Research Paper By Katharine Britt
(Life Coach, UNITED STATES)
It is obvious you have no ambition or drive… (ICA Mentor coaching session May 2019)
If this peer coaching session was a teaching hospital; the coachee was dead on the table and the coach about to go through a malpractice review. That simple sentence, filled with judgment, lost the trust of the client completely, and the coach did not even seem aware.
It is vital for a coach to establish trust and safety with the coachee for a successful coaching session. Clarity, active listening, and powerful questioning are tools for creating that trust.
Clarity starts when a coach in advance shares with a client what coaching is and what it is not. Coaching is not therapy, consulting, or mentoring. The coach shares the knowledge that the coachee knows what is best for themselves more than anyone else and that the coach is a peer, there to provide support and questioning that helps the client to develop action plans to achieve their goal.
Coaching focuses on the present and future, the client’s strengths, life purpose, and goals and working with clients to create possibilities to enrich their lives. Based on the belief that all individuals are whole, capable individuals, coaching assumes the client is expert, able to determine what is best for their lives and the coach works along with them to maximize their personal and professional potentials, to close the gaps to create extraordinary lives. (Dr. Patrick Williams “Becoming a Professional Coach 2007)
A coach is clear with the coachee about the business parameters of a coaching session, like the length of a session, cost, and how to cancel the sessions. A professional coach should follow the ICF Code of Ethics and the 11 Core Competencies, which are in “four clusters” that are all “core or critical for any competent coach to demonstrate.” (The Gold Standard in Coaching-ICF Website coachfederation.org/core competencies).
The coach needs to be curious about the coachee. What the coachee wants to discuss, what the coachee wants from the end of the session, what measures of success the coachee wants to create and what it is going to take for the coachee to get there. The session is about the coachee, and the coachee is the expert.
According to the International Coach Federation:
Coaches honour the client as the expert in his or her life and work and believe every client is creative, resourceful, and whole. Standing on this foundation, the coach’s responsibility is to:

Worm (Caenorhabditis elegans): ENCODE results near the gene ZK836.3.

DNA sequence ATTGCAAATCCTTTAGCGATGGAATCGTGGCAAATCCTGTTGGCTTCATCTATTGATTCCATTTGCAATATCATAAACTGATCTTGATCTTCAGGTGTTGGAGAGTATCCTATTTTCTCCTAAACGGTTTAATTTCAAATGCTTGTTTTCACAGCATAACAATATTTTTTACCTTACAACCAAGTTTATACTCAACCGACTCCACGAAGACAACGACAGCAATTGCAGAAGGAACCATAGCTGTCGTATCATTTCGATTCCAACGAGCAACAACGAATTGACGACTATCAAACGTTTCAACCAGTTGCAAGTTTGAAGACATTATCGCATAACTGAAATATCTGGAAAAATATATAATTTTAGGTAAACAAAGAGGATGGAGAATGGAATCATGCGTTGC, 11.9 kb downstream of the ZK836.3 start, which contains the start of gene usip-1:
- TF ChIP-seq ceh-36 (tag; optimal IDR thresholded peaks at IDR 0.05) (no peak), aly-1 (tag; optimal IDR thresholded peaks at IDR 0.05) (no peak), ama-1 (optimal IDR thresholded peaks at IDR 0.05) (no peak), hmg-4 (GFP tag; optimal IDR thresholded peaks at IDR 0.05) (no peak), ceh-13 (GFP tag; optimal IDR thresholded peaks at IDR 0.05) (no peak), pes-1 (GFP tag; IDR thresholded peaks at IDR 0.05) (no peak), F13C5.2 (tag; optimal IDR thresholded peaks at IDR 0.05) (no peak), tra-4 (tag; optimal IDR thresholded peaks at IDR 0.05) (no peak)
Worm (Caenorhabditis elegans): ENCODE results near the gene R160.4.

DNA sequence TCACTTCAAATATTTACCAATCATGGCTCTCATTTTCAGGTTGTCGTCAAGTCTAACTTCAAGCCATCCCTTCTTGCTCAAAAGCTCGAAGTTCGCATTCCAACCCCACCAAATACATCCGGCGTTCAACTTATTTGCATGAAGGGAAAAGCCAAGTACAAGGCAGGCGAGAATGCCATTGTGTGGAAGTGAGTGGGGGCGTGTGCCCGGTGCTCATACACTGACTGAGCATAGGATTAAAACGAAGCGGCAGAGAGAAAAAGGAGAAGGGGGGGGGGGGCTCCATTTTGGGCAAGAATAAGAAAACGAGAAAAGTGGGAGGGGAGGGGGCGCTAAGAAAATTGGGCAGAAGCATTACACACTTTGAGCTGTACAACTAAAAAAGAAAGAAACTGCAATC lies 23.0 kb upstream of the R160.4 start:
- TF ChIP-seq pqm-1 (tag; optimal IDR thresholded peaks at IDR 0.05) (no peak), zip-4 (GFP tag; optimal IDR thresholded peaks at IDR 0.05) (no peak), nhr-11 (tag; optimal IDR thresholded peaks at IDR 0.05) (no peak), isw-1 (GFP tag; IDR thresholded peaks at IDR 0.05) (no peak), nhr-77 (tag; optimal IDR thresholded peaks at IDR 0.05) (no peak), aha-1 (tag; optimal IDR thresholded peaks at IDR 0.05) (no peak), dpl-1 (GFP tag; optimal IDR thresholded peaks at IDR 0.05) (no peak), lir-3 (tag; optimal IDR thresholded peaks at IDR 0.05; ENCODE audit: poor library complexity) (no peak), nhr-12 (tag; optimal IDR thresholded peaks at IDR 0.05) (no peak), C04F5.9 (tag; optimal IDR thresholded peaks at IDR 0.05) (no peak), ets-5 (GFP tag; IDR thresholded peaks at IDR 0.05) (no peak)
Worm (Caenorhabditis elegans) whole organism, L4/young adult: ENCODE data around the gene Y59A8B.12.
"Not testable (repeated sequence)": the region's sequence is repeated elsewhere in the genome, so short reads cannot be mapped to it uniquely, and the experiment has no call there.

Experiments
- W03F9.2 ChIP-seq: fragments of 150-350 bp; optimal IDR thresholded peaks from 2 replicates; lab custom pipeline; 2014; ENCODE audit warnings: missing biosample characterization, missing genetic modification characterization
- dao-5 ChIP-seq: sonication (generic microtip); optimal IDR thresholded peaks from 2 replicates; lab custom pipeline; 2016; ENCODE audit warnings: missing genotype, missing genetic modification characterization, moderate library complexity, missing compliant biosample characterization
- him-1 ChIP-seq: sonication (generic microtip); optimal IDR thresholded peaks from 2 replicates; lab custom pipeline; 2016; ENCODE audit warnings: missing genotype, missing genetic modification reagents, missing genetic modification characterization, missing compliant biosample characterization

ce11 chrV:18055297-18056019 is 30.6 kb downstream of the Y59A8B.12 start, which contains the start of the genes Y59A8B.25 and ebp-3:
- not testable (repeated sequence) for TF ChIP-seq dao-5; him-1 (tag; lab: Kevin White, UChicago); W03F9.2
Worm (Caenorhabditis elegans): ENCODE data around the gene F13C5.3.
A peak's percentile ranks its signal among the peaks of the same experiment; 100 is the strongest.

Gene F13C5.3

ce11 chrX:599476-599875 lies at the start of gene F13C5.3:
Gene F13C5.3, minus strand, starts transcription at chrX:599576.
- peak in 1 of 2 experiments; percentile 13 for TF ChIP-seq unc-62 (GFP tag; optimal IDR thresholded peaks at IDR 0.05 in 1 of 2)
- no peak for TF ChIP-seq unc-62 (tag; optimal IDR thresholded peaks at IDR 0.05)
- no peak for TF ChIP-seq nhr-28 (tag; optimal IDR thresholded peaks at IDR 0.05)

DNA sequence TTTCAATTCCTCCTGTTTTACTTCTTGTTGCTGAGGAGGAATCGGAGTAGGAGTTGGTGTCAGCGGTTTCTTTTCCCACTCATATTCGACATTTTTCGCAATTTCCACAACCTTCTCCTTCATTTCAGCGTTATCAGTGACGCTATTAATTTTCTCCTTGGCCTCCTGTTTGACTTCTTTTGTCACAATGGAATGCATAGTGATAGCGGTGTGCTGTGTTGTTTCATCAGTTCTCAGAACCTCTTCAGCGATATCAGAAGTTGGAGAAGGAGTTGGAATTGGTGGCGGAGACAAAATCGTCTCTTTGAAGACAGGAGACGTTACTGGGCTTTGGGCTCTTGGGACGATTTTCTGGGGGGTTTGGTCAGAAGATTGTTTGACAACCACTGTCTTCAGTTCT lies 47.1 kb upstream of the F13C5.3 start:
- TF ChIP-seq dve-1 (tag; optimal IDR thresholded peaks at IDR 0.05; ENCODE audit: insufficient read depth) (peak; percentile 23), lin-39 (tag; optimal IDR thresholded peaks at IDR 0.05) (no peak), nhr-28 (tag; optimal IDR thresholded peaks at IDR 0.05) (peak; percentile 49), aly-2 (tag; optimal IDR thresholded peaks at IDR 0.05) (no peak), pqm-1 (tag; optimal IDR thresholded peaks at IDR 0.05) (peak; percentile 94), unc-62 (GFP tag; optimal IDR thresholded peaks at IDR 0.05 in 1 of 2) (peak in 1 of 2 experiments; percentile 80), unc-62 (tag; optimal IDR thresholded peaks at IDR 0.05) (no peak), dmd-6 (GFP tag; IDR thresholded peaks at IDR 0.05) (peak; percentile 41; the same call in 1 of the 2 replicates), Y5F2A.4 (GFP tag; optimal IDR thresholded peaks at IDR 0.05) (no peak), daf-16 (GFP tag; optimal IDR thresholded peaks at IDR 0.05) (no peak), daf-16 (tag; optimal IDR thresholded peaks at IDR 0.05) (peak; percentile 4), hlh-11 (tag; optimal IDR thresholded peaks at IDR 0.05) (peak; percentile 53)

- Discover, clarify, and align with what the client wants to achieve
- Encourage client self-discovery
- Elicit client-generated solutions and strategies
- Hold the client responsible and accountable
Without setting a foundation for the client to understand the relationship of a coach/coachee, there can be confusion and frustration for both leading to a strained and untrusting session.
Give your coachee full, undivided attention. The shuffling of papers while searching for a next question, your phone ringing, losing your audio connection with the coachee are examples of distractions that adversely affect a session. The “Drop Everything” key to listening (Effective Coaching-Cook and Poole) is preparing for your session by creating a space for listening without disturbance. If your phone is ringing, family members popping in, television on in the background, coaching with Skype from a loud, public place, are not going to fill a coachee with confidence in a coach’s abilities.
The coaching relationship is about partnership and collaboration. The session is not about the coach’s thoughts or inputs and how to direct a client to the answer the coach thinks is best. The more a coach listens, the more they realize the capabilities of the coachee and all the information is within the coachee. A coach is recommended to listen to the coachee 80% of the time and speak 20% of the time. The active listening of a coach builds rapport and trust. Coaches listen for “greatness” (Robert Hargrove 2003). A coach listens for this greatness, which will create a moment for a well-placed question that can lead to a breakthrough for the coachee. Listening to this way is more than just paying attention to the story. As stated in “The Business and Practice of Coaching” (Lynn Grodzki and Wendy Allen) a coach listens for:
- Inherent strengths
- What is said versus what is not said
- Indications of hidden resourcefulness
- Moments of unconscious brilliance
- Repetition, stuckness, self-sabotage and unmet needs
Listening with a genuine curiosity to your coachee helps creates a strong relationship. Going with intuition with a question due to listening to what has been said. To understand what is going on with a coachee, you have to hear it, reflect upon it and respond with a question or share an observation (after asking permission) that will move the session forward. Rachel Naomi Remen says, “The most basic and powerful way to connect to another person is to listen. Just listen. Perhaps the most important thing we can ever give each other is our attention…” (Narrative Coaching, David D. Drake 2018)
Coaching is about listening for dreams, goals, the client’s strengths and tools. A coach is not looking for solutions that distract us from our client. A coach gives feedback on what seems to be inspiring the coachee. A coach listens to help the client discover what the client wants, needs, and potential. “The coaches’ responses as listeners focus on clarifying and magnifying the clients’ desires.” (Becoming a Professional life coach Patrick Williams/Diane Menendez 2007)
A coach can worry less about what question to ask next and stay curious with what the coachee is revealing, which will move the client forward in the session. By genuinely listening to the coachee, a place of discovery can be created.
What questions should a Coach ask to build trust in the client? There is no magic list to follow, though when first learning a coach can be consumed by finding that one great question that solves the clients’ problem and misses what the client just said. A coach will build trust with the coachee by staying curious about what the coachee is saying and the emotions that are being revealed by how the words are being spoken. Our intuition and curiosity will move us to the next clear question to ask. If we are just asking questions from a list, we are not supporting our client and possibly preventing the coaching conversation from going forward to the desired outcome, just going in a circle of frustration for the coachee and the coach. Never creating the coaching agreement or a clear idea of what the client wants to accomplish can cause this to happen, which can be tracked to what the coach has asked.